Members of the European Union are closely watching the political crisis in Italy — and with good reason. Nearly two years on from the vote for Brexit, the rise of the populists in Italy — the eurozone’s third-biggest economy — could presage a crisis in the EU that dwarfs Britain’s meandering exit.
Parties in Rome met for talks Wednesday looking for a way out of the stalemate that has left the country without a government for almost three months.
Italian Prime Minister Sergio Mattarella tasked former IMF official Carlo Cottarelli to form a technocratic caretaker government Monday after the populist Five Star Movement and the League dropped their proposal to form a government in protest at their eurosceptic pick for finance minister being vetoed.
But analysts say any government formed by Cottarelli would almost certainly fail a confidence vote by the Italian parliament, making fresh elections a near certainty.
A source for Five Star told Reuters Wednesday that the party was seeking a renewed bid to form a coalition government with the League, by trying to reach a compromise on another person to fill the contentious economic minister role. Cottarelli told reporters that “new possibilities” had emerged for the formation of such a government.
However, the League’s leader, Matteo Salvini, whose party is soaring in the polls, said it favored a return to the polls as soon as possible.
“The earlier we vote, the better, because it’s the best way to get out of this quagmire and confusion,” he told reporters Wednesday.
However it plays out, the situation is a fresh disaster for Brussels, analysts warn.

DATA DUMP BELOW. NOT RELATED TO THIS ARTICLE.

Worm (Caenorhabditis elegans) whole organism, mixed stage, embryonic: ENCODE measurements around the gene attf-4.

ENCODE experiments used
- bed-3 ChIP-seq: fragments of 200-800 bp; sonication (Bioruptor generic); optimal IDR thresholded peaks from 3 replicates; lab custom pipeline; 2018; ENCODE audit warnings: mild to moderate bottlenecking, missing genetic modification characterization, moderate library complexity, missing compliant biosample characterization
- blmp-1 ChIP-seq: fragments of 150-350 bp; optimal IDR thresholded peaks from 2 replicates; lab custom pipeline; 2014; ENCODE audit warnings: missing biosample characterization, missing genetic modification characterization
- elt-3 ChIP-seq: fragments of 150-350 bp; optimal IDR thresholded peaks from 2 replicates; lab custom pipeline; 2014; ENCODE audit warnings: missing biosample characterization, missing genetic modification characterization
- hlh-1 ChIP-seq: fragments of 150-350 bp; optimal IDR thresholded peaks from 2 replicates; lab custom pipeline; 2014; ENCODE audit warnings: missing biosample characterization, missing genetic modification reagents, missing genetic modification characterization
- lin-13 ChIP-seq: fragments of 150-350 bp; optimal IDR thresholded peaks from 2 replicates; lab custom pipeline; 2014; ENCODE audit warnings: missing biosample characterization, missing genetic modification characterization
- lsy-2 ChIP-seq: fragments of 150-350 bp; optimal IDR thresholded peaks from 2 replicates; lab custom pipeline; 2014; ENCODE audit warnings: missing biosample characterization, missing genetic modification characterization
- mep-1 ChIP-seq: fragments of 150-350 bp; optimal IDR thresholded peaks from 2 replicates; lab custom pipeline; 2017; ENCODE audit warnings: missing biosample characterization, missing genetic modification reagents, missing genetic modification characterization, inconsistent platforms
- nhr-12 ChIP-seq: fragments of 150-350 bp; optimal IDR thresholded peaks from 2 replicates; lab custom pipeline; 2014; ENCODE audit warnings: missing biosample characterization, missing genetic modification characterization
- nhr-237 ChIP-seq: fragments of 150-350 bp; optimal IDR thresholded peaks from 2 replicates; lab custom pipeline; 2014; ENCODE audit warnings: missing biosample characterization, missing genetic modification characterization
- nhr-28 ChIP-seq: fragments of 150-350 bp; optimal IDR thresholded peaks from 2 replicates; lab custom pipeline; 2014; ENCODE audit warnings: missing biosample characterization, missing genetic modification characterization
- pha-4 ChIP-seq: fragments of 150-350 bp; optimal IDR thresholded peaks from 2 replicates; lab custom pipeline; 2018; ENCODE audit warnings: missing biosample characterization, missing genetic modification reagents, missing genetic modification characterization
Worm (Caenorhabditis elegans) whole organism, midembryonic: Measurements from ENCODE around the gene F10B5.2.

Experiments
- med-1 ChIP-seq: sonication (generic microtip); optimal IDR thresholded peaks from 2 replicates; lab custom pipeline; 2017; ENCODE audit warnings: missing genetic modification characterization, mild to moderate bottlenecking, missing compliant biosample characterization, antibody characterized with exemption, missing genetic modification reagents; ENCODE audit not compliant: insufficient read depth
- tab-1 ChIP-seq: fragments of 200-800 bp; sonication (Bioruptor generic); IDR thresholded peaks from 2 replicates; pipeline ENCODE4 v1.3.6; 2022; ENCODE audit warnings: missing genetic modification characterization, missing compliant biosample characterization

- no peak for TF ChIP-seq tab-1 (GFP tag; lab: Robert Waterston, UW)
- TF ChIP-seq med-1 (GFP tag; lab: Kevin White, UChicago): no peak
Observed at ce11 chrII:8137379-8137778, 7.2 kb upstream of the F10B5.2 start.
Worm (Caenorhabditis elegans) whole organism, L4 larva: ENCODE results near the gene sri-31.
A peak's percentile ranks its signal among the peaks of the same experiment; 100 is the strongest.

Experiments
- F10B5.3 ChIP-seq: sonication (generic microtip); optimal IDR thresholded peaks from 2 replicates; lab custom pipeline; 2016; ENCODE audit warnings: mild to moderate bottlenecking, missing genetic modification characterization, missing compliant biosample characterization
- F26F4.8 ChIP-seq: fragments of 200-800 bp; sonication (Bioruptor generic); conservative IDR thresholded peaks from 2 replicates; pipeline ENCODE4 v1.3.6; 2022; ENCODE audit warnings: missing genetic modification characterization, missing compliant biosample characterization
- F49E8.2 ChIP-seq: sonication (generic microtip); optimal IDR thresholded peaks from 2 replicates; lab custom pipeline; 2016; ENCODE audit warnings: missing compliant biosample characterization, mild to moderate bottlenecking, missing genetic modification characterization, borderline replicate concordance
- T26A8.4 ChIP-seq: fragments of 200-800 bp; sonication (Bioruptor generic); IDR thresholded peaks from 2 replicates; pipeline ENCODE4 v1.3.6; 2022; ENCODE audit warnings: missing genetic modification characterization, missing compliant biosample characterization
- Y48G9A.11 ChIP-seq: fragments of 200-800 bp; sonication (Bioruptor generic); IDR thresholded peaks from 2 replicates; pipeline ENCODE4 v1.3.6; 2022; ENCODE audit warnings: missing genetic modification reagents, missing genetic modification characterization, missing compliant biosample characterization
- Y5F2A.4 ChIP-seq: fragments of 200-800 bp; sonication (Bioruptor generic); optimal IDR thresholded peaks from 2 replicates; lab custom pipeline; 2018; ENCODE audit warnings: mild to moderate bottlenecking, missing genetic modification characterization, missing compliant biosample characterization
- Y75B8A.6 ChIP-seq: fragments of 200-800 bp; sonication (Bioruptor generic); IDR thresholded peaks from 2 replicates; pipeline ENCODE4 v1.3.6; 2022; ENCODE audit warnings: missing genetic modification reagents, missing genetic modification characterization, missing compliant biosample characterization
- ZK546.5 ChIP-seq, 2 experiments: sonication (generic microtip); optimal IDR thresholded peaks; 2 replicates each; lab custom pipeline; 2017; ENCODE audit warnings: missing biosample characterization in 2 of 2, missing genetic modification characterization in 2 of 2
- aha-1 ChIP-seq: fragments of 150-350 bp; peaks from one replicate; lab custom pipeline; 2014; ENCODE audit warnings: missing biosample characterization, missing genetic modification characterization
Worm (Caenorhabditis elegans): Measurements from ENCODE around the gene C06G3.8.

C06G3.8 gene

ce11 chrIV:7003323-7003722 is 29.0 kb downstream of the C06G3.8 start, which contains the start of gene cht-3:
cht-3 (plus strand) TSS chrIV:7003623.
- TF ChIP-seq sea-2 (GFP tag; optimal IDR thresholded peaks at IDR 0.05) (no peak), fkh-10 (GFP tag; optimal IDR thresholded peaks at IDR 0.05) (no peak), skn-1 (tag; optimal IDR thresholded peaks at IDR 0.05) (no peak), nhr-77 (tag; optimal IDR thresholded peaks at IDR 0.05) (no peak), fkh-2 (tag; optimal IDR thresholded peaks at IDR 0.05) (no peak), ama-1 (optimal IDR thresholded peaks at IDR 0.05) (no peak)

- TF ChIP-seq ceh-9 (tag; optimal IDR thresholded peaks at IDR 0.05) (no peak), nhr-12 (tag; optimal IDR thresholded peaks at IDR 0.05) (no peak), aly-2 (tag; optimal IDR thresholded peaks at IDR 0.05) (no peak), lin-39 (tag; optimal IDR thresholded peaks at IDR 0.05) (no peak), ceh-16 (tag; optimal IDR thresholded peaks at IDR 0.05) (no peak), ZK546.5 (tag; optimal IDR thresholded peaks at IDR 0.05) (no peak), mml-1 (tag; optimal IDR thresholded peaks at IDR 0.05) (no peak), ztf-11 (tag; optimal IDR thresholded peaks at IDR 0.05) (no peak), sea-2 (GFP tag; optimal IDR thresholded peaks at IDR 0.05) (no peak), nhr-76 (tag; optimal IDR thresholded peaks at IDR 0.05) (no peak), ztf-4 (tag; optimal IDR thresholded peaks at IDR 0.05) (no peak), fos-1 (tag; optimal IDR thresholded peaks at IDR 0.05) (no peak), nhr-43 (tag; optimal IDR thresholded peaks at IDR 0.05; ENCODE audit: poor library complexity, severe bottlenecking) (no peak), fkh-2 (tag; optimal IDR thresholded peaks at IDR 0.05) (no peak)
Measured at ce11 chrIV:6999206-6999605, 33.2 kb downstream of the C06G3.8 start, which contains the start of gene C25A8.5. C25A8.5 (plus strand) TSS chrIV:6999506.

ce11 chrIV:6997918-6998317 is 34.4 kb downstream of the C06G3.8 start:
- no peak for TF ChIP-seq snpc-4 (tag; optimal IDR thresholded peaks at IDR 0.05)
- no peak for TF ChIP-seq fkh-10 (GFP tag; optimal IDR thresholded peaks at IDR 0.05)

“This is a massive problem for the European Union, bigger in many respects than Brexit,” Matthew Goodwin, visiting senior fellow at Chatham House, told VICE News.
“They didn’t want populists being this successful in the third-largest economy in the eurozone, and now they almost certainly face the prospect of a strong populist result at the next election and potentially adverse reaction from financial markets — which may bring to Italy a fairly significant financial crisis.”
He said it was difficult to predict how the crisis would play out, given the volatility of Italian politics. But it was clear that any Cottarelli-led interim government would fail a confidence vote, making new elections this year almost inevitable.
Those elections, he said, were “almost certain to become a referendum on what you might call the establishment — which also encompasses Brussels and the European Union.” And on current polling, they were likely to deliver an even stronger mandate to the two populist, anti-establishment parties that have been trying to form a government.
The hard-right League, which won 17.4 percent of the vote in March’s elections, is currently polling at 27.5 percent, capitalizing on public anxieties over the refugee crisis, the impacts of tough eurozone fiscal rules on one of Europe’s most heavily indebted nations, and anger over Mattarella’s blocking of the would-be coalition’s cabinet pick.
“Salvini is a very able communicator and has been doing well outside his northern historic stronghold,” said Goodwin. “He’s capitalizing by positioning himself on the side of the demos against the bankers and financial markets — in his words, he doesn’t want Italy to be a slave of Europe.”
Senior European figures, including French President Emmanuel Macron, have welcomed Mattarella’s move to reject the Italian coalition’s pick for economic minister: Paolo Savona, an economist who had called for Italy to leave the eurozone.
Germany’s E.U. commissioner Günther Oettinger said he expected that the response from markets to the prospect of a eurosceptic government would send a strong signal to Italian voters “to not vote for populists on the right and left.”
But Donald Tusk, president of the E.U. council, said Tuesday that such remarks only fed into perceptions of arrogance from Brussels that Italian voters were rallying against.
“Please respect the voters. We are there to serve them, not to lecture them,” he tweeted Tuesday.
Cover image: Carlo Cottarelli, former director of the IMF, addresses journalists after speaking with Italian President Sergio Mattarella on May 28, 2018 at the Quirinale presidential palace in Rome, Italy. (Michele Spatari/NurPhoto via Getty Images)